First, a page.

As far as presentation goes, the book is neat and clean, and the notation is detailed and easy to read. There are a couple of places I would have preferred more use of 8va notation, but the book does typically use 8va notation to good effect, making the altissimo notes easy to decipher.

Overall, I think the book really delivers on the premise. It provides musical and interesting practical applications of larger intervals in modern bebop improvisation. You can get the book as a physical copy or as an E-book. Also, if you're a bass clef reader, and are interested, the etudes have been adapted by a trombonist and are available in a bass clef E-book as well.

For those of you who aren't convinced yet, here is Adam Larson playing his tune McWendel (think Donny McCaslin and Ben Wendel):




Last and least, here is me giving a go on the etude based on "Have You Met Miss Jones?":

Monday, July 30, 2018

Retro Revival Mouthpieces: Tru-Res, Tru-Slant, Crescent, Super D, & Modern-Line Bob Sheppard Signature Series



This past week I had the chance to play through five of Retro Revival’s tenor mouthpieces. I currently play a “vintage” series Otto Link, which is a modern mouthpiece inspired by the 1950s  vintage Tone Edge often referred to as the Slant, so I was excited to try Retro’s high end remakes of iconic Otto Link mouthpieces. First and foremost, all of the Retro Revival mouthpieces I played are very good. As you’d hope for from high end hand finished mouthpieces, each mouthpiece plays evenly from the bottom up through the altissimo register. They all have a healthy amount of resistance that facilitates a big tone and easy altissimo. Check out the comparison video to hear how they sound, and I’ll include a short write up about each of them below.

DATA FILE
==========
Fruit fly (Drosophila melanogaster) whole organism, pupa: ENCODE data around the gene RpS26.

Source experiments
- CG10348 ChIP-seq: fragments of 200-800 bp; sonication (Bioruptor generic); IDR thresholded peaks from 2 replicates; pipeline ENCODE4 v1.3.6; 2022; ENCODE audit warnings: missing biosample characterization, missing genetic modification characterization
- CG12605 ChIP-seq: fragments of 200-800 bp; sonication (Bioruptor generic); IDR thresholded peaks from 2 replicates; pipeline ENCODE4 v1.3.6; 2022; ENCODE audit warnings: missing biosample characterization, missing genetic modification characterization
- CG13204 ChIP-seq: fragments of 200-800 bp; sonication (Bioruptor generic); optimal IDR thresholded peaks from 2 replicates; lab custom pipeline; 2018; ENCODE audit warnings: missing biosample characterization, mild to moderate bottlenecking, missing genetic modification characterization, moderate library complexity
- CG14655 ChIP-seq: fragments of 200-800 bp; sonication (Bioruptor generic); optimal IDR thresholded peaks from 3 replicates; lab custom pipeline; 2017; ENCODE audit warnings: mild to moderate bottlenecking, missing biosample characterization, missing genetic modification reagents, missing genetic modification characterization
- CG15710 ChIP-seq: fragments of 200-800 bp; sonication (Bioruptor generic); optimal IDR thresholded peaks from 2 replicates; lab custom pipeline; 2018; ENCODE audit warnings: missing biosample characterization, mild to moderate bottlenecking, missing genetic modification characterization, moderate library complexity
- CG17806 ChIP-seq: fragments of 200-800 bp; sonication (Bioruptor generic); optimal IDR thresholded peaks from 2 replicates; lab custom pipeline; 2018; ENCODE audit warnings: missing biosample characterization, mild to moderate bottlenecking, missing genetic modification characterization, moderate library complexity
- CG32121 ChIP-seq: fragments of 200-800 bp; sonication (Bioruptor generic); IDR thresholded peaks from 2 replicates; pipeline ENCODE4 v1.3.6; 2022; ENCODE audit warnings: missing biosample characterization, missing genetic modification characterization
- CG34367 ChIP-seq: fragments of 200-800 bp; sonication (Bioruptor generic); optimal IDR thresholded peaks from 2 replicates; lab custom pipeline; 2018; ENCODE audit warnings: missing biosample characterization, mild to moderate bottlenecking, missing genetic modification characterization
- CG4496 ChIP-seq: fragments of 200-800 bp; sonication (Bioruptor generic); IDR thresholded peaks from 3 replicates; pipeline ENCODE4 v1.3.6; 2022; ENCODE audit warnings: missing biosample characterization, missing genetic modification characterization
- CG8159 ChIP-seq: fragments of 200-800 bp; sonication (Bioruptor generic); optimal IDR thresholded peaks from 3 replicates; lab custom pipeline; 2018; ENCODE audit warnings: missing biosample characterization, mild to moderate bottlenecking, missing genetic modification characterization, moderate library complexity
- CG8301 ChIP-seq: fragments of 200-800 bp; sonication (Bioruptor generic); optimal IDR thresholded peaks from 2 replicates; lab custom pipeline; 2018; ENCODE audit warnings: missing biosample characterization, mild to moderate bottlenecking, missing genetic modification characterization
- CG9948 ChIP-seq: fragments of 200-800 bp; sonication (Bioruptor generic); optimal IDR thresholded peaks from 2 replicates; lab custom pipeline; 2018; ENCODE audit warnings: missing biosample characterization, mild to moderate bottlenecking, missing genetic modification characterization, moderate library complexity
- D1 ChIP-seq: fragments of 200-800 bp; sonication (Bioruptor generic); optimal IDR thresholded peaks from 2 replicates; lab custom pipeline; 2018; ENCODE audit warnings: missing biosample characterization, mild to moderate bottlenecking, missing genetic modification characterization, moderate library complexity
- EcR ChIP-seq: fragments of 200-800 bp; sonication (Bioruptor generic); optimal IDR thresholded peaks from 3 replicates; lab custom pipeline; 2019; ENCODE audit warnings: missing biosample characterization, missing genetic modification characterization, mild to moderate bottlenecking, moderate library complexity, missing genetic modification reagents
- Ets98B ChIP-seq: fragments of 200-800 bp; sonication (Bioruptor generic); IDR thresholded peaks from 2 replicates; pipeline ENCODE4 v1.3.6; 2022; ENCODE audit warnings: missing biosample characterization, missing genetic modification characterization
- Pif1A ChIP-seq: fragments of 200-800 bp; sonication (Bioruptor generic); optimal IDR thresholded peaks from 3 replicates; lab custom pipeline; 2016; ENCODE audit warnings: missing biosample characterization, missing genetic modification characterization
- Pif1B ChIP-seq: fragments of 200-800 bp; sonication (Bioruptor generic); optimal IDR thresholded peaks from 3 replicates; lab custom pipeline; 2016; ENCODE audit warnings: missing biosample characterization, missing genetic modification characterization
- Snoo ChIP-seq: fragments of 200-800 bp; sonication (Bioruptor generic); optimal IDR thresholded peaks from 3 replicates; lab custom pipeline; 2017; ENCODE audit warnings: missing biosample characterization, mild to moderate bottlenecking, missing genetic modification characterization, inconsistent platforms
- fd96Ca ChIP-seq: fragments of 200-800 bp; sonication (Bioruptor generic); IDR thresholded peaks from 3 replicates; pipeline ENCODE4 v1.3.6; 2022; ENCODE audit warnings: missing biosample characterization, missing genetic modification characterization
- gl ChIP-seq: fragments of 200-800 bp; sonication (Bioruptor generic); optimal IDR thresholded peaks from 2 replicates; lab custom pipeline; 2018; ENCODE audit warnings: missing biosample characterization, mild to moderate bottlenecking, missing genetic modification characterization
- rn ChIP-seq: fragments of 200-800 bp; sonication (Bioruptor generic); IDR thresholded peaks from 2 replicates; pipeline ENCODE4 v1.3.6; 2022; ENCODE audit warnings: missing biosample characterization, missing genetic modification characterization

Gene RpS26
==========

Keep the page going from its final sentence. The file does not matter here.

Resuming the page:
Tru-Res
This is the darkest of the five mouthpeices and appropriately so as it’s a remake of the Otto Link Reso Chamber model from the 1940s. The tone is thick and warm with a nice core. Despite the dark tone, it has plenty of power and volume making it comfortable to play. As I already mentioned in the introduction, this mouthpiece and all of the others feel and sound consistent throughout the registers, and the altissimo feels good and sounds easily.

Tru-Slant
This mouthpiece is a remake of the Otto Link “Slant Signature” Florida era Tone Edge. It has more edge than the Tru-Res, but the sound is still lush and warm overall as well as a bit spread. It has a little less resistance than some of the other pieces and is fairly malleable in terms of sound, meaning I can easily inflect and change the timbre. Like the Tru-Res, this mouthpiece has plenty of volume (comparably more than the “vintage” series hard rubber Otto Link that I typically play). 

Crescent
This mouthpiece is a remake of a 1950s New York Otto Link Super Tone Master. Tone wise it really delivers. It has a warm sound with some punch. In other words, it has both the edge and darker timbre you’d hope for from a good vintage New York Super Tone Master. It has a fairly balanced resistance, just a touch on the heavier side. Like all of the other mouthpieces, the altissimo feels great pops out easily up through the stratosphere.

Super D
The Super D is also a remake of vintage Super Tone Master, specifically from the “double ring”  or “double band” models from the 1950s. This piece differentiates itself from the Crescent in that it is a brighter and edgier sounding piece. It has a noticeably higher baffle, and the difference in the recording is very audible (all five of the mouthpieces sound distinct from each other). The resistance feels balanced leaning just a bit towards the heavier side. There is enough resistance so that you can really push the piece to high volumes. This mouthpiece is bright enough that I’d readily recommend it for contemporary styles of music like rock, funk, etc. While this is a very nice mouthpiece, I do feel like it gets a little bit more of a contemporary sound than some of the vintage Super Tone Masters I’ve played.

Modern-Line Bob Sheppard Signature Series